4) Most of street photography is about the composition of the main elements: people and environment. A crowd creates opportunities
5) Happy accidents, out of balance dynamics, interacting elements, complex visual relationships are all part of the gig
6) At crowded places, people are not just passing by, but doing things together: filling tight spaces, talking to each other, selling goods, performing and so on
7) Faces, many, many faces and a myriad of expressions and looks
8) You might meet other photographers
9) Even if you focus at one or two persons, even excluded from the crowd, they are less likely to be as defensive as on an empty street

Also, excellent subjects are street performers: they are very welcome of the attention of a photographer (especially with a cool camera) and feel good when being noticed.

Street photography needs
1) Quick eyes
2) Fast hands
3) Guts
all of which have to trained and will only get better by doing more and more of it. Experience is the keyword.

Domenico Foschi
07-27-2009, 04:07 PM
Excellent points Ari, especially #5.
Alisha, you will see that as you get more uninhibited you will be able to see more. It has happened to me from time to time that I witness great scenes one after the other. That happens when your inhibitions disappear and you become the camera, and all flows in front of you.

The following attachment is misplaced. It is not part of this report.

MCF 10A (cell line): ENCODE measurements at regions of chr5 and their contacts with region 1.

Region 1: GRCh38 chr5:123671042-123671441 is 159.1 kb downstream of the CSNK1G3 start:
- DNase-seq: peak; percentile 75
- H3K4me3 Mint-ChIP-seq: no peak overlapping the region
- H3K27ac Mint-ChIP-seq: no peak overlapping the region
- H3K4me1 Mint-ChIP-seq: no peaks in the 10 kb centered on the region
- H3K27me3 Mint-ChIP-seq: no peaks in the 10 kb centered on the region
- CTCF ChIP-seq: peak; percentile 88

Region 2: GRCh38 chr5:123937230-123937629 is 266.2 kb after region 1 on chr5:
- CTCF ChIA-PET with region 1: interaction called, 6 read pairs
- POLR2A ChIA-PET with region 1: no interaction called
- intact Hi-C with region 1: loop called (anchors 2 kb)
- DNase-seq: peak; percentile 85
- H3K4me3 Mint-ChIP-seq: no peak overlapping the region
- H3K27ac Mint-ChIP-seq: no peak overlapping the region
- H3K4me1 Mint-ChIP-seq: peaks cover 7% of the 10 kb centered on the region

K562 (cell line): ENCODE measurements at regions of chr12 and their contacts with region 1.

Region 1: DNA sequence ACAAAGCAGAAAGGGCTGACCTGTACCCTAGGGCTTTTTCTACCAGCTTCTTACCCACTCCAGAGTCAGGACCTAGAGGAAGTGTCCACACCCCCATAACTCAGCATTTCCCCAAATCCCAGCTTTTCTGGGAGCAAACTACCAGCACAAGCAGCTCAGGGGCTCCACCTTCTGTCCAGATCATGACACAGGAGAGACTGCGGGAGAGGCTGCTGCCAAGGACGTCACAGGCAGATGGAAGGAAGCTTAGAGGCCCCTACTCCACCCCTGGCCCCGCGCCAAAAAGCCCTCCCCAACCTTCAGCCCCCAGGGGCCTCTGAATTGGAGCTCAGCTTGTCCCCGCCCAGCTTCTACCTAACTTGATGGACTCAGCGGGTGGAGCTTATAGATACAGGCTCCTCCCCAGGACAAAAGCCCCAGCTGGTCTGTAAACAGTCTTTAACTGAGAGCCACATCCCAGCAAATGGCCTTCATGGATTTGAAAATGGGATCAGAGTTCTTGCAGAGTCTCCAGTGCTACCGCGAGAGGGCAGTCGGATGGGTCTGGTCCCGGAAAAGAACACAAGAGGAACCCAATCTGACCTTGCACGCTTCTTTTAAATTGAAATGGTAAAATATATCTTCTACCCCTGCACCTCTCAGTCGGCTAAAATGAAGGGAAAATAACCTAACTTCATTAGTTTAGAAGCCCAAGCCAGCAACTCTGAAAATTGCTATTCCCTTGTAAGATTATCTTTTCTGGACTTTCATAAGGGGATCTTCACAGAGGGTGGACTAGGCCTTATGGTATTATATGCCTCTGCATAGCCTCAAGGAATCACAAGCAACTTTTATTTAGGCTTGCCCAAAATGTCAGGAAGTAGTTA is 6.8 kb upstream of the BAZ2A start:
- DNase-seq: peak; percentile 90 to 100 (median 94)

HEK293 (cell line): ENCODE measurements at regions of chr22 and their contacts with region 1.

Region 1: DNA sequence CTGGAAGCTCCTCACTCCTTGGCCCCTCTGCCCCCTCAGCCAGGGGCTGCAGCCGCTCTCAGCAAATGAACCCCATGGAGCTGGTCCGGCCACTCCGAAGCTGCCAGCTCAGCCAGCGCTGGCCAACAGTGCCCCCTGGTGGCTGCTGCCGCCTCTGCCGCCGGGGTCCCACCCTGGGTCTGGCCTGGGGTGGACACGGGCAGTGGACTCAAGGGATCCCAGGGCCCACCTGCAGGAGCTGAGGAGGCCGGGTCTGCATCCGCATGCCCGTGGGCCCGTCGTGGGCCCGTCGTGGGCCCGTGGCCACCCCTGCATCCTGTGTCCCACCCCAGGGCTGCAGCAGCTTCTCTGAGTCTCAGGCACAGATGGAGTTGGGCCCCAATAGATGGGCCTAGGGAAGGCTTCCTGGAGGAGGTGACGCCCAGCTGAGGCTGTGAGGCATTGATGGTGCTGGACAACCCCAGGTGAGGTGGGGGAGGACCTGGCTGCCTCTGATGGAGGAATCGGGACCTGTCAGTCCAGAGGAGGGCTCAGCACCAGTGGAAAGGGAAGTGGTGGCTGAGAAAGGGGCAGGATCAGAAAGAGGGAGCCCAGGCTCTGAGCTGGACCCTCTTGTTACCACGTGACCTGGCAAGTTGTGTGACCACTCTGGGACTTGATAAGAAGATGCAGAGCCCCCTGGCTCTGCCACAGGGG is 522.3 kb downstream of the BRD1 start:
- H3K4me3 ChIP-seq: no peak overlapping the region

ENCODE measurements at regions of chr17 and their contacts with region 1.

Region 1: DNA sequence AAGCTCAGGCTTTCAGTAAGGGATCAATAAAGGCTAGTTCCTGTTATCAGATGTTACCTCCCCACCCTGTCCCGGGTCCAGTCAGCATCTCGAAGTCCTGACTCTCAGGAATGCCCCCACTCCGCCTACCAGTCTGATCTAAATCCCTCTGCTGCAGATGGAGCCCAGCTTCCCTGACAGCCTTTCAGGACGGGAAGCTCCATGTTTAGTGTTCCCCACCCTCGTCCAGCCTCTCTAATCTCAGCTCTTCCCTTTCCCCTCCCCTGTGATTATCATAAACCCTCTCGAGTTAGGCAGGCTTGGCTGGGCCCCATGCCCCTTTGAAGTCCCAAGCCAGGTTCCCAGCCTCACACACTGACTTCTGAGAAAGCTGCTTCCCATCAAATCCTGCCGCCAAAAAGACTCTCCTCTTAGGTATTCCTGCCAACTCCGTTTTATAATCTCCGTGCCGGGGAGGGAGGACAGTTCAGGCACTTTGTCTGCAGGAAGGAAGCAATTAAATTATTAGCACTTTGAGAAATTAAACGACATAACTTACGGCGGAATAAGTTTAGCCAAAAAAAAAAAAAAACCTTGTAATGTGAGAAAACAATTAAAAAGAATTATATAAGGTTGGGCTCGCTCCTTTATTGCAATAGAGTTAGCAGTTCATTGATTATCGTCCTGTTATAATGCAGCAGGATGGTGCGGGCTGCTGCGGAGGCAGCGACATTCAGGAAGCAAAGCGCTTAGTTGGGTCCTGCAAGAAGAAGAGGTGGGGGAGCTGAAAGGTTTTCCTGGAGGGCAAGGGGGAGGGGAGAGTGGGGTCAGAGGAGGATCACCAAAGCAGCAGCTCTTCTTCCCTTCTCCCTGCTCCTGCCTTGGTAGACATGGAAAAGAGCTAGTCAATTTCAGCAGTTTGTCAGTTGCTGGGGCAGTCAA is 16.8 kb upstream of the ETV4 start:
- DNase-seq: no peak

It reminds me of Minor White's quote:" There are times when a photographer walks on water".

07-27-2009, 04:46 PM
Actually most people don't use DSLRs for street photography, most use something small and unprofessional looking such as a Leica or other RF. It's also quieter.

I think you mean "most people who know what they're doing." I was in downtown chicago yesterday and saw plenty of people with DSLRs. Then again, I shouldn't be talking. I was lugging around my RB67...

More on topic, I have the same trouble with taking pictures of random people. I've found that every time I do, people don't mind or don't notice, and it gets easier the more you do it.

07-30-2009, 10:40 AM
I would like to get rid of my shyness or the whatever stuff that it is. It keeps my camera at home, I feel discouraged to take the camera and take it to the street; I'm unable to go walking around the streets of a city with the camera hanging on a side; I feel uncomfortable... Just because I feel people will look at me odd. I don't like to be the center of attention.
It sounds stupid, but it's a big crap for me. Street photography would speed up my shooting a lot, so I would learn more, too.
I feel that I can get over it, but when the day arrives, I get discouraged and end leaving the camera at home.

07-30-2009, 10:44 AM
Hmm, go shooting with a friend?

07-31-2009, 06:29 AM
Hmm, go shooting with a friend?